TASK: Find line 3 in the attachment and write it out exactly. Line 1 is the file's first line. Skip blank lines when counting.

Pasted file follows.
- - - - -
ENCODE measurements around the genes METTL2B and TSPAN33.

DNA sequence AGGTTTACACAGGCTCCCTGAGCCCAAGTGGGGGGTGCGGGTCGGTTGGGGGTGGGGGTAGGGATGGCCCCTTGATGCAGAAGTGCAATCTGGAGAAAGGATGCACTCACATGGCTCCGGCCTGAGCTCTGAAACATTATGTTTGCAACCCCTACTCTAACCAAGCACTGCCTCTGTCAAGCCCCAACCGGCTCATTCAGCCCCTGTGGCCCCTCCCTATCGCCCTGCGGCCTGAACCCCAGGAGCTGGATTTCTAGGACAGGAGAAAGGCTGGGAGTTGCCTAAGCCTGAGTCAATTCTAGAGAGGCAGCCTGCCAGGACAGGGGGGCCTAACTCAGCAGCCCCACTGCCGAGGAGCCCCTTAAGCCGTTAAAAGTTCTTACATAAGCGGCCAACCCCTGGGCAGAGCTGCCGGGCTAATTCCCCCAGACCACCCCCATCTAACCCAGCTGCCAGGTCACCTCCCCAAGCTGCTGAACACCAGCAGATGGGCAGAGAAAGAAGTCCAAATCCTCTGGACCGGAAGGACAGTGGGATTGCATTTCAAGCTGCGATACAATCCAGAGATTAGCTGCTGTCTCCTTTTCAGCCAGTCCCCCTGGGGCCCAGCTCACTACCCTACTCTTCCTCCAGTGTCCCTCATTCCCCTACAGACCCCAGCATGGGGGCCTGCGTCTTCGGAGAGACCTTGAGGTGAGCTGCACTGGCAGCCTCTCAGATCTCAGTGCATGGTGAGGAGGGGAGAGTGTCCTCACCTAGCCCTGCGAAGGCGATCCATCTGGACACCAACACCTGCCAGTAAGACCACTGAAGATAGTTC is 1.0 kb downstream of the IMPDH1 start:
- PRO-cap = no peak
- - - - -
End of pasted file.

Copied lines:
- PRO-cap = no peak